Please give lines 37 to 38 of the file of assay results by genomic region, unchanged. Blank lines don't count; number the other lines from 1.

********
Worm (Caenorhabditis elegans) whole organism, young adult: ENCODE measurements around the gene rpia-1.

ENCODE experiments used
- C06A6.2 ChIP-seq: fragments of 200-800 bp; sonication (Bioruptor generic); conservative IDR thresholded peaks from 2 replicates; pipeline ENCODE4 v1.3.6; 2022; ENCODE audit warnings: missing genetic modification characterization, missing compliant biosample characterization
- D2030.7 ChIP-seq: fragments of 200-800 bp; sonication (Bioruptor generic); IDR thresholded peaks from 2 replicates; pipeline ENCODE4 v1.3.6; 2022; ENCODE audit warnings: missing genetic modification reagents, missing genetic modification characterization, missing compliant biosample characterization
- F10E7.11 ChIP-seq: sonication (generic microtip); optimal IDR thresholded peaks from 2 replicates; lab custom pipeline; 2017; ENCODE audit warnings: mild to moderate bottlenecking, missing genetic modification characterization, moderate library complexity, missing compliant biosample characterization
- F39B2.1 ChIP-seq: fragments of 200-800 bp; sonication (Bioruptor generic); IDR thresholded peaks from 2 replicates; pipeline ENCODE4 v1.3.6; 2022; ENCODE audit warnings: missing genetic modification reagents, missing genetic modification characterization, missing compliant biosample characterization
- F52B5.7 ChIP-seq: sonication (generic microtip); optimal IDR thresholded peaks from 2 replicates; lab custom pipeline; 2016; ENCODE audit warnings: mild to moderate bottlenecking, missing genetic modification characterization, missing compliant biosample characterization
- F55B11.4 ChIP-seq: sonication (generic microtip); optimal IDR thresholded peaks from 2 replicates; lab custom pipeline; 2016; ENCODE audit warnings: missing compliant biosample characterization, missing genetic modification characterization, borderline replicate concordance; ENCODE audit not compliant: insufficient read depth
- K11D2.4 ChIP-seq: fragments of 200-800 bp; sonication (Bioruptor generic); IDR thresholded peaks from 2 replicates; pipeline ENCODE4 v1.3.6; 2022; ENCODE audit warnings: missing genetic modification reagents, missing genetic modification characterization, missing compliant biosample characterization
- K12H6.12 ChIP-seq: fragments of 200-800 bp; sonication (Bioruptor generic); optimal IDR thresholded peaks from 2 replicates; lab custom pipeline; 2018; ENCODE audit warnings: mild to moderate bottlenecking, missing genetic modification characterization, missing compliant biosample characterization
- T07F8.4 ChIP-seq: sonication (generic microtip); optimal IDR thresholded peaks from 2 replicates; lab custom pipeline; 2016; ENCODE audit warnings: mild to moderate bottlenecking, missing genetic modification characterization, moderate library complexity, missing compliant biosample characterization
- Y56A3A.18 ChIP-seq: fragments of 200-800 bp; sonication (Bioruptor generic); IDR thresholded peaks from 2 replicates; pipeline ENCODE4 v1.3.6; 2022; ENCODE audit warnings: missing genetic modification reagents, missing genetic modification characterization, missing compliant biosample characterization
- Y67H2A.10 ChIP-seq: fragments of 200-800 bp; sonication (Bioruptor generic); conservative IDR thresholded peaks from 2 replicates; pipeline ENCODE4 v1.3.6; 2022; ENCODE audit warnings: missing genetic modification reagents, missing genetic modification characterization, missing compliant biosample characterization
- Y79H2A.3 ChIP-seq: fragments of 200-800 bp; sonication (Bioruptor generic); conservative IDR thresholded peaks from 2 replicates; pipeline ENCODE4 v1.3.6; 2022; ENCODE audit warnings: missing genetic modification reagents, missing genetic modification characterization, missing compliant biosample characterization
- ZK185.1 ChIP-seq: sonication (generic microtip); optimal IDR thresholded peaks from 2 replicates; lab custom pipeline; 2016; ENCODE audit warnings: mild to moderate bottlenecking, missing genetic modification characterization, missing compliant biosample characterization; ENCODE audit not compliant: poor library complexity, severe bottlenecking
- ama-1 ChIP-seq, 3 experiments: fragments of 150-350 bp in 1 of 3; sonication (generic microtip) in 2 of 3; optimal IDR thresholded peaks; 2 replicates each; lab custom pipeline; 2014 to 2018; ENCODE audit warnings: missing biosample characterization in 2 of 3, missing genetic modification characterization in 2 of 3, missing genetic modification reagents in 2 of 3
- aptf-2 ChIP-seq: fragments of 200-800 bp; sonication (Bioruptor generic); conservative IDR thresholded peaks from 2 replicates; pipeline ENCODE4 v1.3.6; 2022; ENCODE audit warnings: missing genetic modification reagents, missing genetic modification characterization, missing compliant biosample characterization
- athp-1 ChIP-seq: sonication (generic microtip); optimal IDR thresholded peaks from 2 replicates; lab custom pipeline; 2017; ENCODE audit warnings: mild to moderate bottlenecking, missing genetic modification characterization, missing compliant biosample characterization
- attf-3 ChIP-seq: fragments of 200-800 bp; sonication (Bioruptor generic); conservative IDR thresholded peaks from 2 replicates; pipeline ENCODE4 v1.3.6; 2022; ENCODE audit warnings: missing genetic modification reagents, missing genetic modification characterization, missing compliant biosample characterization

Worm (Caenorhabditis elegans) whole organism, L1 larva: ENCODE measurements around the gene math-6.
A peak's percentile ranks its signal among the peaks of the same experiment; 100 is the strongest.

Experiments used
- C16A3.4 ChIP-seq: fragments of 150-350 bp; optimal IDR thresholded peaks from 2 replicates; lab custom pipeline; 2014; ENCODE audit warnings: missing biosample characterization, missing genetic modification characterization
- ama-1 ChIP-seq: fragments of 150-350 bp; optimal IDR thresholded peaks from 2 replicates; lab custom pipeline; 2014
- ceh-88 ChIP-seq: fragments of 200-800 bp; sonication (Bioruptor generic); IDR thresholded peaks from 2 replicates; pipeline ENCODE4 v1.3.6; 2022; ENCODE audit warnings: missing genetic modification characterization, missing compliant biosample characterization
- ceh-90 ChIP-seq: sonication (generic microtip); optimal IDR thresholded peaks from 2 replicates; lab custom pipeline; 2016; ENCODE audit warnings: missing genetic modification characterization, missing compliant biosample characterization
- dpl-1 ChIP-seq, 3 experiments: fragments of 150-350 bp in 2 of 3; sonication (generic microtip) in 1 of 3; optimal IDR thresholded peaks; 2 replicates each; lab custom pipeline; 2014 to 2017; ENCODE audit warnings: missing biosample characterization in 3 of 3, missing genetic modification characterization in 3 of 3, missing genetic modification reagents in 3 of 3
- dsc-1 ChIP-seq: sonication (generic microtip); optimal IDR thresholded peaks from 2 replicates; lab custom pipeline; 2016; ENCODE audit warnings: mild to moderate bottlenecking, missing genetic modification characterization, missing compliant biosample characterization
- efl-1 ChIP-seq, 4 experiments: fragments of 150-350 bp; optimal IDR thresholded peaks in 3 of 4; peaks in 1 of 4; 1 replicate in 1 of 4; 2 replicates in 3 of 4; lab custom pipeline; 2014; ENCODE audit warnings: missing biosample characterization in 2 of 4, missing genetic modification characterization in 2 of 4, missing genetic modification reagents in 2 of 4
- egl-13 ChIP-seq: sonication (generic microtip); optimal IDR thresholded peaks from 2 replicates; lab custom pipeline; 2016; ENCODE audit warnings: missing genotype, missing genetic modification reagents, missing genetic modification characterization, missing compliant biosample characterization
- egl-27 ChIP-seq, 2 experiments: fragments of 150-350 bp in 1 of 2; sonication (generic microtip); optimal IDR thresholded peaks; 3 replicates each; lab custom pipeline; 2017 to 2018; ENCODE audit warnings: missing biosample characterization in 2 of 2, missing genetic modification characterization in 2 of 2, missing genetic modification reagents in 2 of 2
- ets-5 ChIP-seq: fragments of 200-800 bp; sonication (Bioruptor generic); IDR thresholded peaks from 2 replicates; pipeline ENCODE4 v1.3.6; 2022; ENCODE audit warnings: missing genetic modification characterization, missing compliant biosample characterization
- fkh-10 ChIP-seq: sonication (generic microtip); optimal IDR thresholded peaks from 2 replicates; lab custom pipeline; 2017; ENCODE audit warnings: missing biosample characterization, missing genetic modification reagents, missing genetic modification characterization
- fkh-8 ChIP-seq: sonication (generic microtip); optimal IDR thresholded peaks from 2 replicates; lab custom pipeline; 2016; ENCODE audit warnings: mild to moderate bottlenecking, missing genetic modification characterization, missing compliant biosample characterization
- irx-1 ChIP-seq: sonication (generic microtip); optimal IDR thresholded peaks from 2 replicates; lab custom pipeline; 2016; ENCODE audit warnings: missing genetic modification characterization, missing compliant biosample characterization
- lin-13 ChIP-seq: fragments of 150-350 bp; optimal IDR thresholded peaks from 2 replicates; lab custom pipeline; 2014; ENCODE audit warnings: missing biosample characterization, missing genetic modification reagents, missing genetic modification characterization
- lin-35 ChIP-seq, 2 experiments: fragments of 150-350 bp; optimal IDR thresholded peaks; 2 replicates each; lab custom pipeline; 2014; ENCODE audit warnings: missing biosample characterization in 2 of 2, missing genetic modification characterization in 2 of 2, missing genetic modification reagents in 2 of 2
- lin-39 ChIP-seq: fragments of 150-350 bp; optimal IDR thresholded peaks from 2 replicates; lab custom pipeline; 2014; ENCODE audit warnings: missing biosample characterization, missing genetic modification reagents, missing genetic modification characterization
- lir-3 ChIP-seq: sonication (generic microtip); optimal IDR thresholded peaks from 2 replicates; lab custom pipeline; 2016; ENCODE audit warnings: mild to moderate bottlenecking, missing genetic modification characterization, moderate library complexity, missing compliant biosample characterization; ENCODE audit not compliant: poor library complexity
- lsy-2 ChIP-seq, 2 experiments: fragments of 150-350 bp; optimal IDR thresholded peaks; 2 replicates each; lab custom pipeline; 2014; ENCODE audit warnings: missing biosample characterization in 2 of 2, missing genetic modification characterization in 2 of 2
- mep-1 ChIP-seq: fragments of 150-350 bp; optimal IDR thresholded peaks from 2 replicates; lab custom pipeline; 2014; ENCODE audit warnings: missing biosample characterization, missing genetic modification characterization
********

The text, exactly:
- lin-35 ChIP-seq, 2 experiments: fragments of 150-350 bp; optimal IDR thresholded peaks; 2 replicates each; lab custom pipeline; 2014; ENCODE audit warnings: missing biosample characterization in 2 of 2, missing genetic modification characterization in 2 of 2, missing genetic modification reagents in 2 of 2
- lin-39 ChIP-seq: fragments of 150-350 bp; optimal IDR thresholded peaks from 2 replicates; lab custom pipeline; 2014; ENCODE audit warnings: missing biosample characterization, missing genetic modification reagents, missing genetic modification characterization